New, 20-year plan for San Antonio International Airport ‘clear for takeoff’

San Antonio City Council approves Strategic Development Plan for airport vision through 2040

Multimillion-dollar plan in store for San Antonio International Airport by 2040

SAN ANTONIO – The San Antonio International Airport isn’t moving or expanding, but the San Antonio City Council approved a new Strategic Development Plan Thursday for increasing the aiport’s capacity within its existing footprint.

The “SDP,” as officials refer to it, provides a vision for the airport into 2040 that will accommodate the area’s expected growth and increased airport traffic. The plan calls for unifying the airport terminals, including a brand-new third terminal; adding more gates; extending the largest runway to accommodate longer international flights; re-routing vehicle traffic; central passenger screening; and more parking.

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The council had already discussed the plan at its meeting on Nov. 10 and voted unanimously Thursday to approve it.

I’m very excited. So buckle up, put your seats in the upright position. San Antonio International is cleared for takeoff,” Mayor Ron Nirenberg said immediately before the council’s cote.

The SDP cements a vision for the airport that has been under development since 2017 when Nirenberg formed the Airport System Development Committee to consider the future of aviation in the city. The committee’s most important task was determining if the airport should stay where it is, or if another option - such as a regional airport between San Antonio and Austin - was a better idea.

The committee ultimately decided developing the airport in its existing location was the best plan, and it continued to serve in an advisory capacity as the SDP was created. On behalf of the committee, Chairman John Dickson told members Thursday “We should do this. We should do this now.”

“As I said last week, this is when other councils and other community groups fell down,” Dickson said. “They stopped doing it. You go back and read that those strategic development plans, it’s there. They just didn’t do it.”

Though airport traffic has fallen off because of the pandemic, the city’s director of airports, Jesus Saenz Jr., expects the airport to be back to roughly 10 million passengers next year. The airport expects to hit 15 million annual passengers by 2040, necessitating a larger airport.

It will be an expensive undertaking. The first phase, which would finish around 2030, includes a new “Terminal C” and a new parking and ground transportation center that is estimated to cost between $880 million and $950 million in today’s dollars.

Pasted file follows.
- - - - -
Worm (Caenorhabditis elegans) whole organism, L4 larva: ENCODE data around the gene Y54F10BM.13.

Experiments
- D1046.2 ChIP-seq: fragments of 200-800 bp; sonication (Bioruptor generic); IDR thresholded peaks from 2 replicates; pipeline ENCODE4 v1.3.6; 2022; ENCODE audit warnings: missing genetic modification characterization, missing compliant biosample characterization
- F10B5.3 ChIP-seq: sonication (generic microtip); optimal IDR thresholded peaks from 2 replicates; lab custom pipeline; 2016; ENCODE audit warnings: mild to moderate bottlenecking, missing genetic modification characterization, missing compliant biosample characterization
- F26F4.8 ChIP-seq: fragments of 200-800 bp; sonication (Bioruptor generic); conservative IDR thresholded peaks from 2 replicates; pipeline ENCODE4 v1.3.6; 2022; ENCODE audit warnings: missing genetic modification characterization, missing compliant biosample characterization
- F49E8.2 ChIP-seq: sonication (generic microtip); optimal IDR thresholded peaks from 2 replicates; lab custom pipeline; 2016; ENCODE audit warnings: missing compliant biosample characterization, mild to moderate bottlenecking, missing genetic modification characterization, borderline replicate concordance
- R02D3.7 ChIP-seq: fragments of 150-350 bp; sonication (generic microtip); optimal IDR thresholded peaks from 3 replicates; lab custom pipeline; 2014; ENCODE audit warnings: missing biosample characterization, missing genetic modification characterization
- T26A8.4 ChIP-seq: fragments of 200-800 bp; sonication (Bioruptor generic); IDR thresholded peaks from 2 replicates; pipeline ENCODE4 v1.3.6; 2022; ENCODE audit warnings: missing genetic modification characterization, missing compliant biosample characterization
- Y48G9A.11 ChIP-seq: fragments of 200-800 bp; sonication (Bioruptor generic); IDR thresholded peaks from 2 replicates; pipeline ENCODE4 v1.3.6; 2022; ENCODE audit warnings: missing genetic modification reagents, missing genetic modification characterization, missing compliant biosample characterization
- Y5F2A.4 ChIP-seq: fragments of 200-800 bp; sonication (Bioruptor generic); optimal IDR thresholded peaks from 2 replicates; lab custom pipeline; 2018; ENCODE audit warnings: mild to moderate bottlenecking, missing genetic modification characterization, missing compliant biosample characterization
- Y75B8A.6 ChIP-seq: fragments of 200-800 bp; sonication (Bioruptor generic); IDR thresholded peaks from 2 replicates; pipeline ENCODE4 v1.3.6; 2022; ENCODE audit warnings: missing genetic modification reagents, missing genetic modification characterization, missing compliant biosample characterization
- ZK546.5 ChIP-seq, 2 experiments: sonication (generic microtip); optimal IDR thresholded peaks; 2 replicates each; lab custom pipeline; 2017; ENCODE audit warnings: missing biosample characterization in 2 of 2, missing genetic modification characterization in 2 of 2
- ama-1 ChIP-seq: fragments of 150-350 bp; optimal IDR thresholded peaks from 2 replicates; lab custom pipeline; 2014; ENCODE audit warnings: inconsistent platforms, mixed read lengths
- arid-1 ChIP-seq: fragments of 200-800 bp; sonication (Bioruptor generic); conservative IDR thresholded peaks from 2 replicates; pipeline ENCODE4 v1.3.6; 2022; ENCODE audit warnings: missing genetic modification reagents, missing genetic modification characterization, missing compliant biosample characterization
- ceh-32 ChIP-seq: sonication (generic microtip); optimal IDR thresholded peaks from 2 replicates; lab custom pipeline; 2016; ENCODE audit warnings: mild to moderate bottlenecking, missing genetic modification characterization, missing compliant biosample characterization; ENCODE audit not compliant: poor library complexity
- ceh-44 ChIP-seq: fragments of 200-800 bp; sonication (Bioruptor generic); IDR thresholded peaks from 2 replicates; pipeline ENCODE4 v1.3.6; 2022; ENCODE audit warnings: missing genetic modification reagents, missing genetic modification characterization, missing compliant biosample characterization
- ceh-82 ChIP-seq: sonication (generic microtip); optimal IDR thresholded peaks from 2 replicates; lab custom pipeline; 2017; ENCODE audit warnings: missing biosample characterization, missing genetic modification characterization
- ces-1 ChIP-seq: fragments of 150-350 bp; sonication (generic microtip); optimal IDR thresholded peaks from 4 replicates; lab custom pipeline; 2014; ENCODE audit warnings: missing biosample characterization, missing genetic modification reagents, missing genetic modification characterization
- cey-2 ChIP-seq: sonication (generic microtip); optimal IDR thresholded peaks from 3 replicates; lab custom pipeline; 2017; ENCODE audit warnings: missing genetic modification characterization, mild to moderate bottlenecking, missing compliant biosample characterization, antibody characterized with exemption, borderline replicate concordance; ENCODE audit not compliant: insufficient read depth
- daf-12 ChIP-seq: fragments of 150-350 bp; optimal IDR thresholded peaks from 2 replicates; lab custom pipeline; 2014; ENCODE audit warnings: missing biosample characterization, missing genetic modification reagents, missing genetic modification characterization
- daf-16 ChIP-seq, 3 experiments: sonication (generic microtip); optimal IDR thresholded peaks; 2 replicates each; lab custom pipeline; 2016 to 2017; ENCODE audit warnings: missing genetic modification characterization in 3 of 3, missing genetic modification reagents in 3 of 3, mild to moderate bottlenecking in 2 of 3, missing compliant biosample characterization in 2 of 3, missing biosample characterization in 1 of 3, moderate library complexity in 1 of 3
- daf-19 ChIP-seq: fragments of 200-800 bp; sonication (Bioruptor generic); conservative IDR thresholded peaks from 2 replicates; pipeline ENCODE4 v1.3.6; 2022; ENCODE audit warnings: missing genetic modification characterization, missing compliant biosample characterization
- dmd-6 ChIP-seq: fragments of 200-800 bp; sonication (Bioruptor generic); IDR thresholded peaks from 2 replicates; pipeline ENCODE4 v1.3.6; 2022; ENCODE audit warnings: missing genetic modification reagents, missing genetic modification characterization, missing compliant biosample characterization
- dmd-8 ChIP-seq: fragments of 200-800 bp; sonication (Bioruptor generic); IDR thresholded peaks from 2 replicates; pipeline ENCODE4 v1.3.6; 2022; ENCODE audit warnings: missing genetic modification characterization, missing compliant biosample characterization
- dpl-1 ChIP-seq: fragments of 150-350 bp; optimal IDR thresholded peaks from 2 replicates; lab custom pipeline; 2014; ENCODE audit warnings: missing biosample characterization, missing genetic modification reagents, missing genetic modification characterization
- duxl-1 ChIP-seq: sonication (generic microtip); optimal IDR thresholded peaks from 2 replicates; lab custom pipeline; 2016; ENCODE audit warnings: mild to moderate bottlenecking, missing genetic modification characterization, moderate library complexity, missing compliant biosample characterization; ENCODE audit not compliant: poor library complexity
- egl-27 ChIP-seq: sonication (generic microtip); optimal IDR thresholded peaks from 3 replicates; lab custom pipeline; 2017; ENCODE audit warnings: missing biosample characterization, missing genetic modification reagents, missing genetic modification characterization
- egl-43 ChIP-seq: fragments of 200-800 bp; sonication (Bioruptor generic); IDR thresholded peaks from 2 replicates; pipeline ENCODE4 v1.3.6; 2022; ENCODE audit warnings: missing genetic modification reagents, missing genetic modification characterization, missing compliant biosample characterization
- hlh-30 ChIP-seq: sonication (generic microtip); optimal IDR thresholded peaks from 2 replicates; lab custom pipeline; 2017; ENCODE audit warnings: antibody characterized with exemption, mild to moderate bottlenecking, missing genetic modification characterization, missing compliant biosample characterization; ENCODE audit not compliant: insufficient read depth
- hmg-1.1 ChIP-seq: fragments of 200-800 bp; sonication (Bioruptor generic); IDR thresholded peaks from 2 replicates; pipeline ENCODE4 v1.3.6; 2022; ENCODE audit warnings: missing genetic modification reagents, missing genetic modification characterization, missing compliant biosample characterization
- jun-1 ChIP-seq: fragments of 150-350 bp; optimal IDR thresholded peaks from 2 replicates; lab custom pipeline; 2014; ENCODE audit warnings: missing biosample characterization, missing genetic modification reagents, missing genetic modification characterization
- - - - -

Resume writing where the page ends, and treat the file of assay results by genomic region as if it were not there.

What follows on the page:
The entire complex could cost as much as $2.5 billion in all Saenz told council members at the Nov. 10 presentation.

However, rather than city or local tax dollars, Saenz said the airport will pay for the developments with sources like: Federal Aviation Administration money, passenger and airline fees, airport bonds, and the new federal infrastructure bill.

He also emphasized the plans would only be realized as demand warrants.

“When I talk about PAL - planning activity levels, that’s dependent on how many passengers are going through the airport,” Saenz told council members. “As we see the growth, we will be prepared, versus today, we’ve reached capacity and we have no other infrastructure or asset to go towards to add additional gates.”

The lack of a detailed funding plan, though, bothered District 10 Councilman Clayton Perry.

“So I know you’re a business; you’re an enterprise fund,” Perry said. “There’s no city funds going into this, but still, we’re responsible. We own the airport - the city does.”

Saenz said the airport is already working to realize its vision with steps like increasing throughput of passenger check points, providing more new concessions, and adding three new gates at the existing terminals.

The gate work will bring the airport’s total to 27 gates. In 2040, the SDP envisions the airport having up to 37 gates.

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About the Author

Garrett Brnger is a reporter with KSAT 12.

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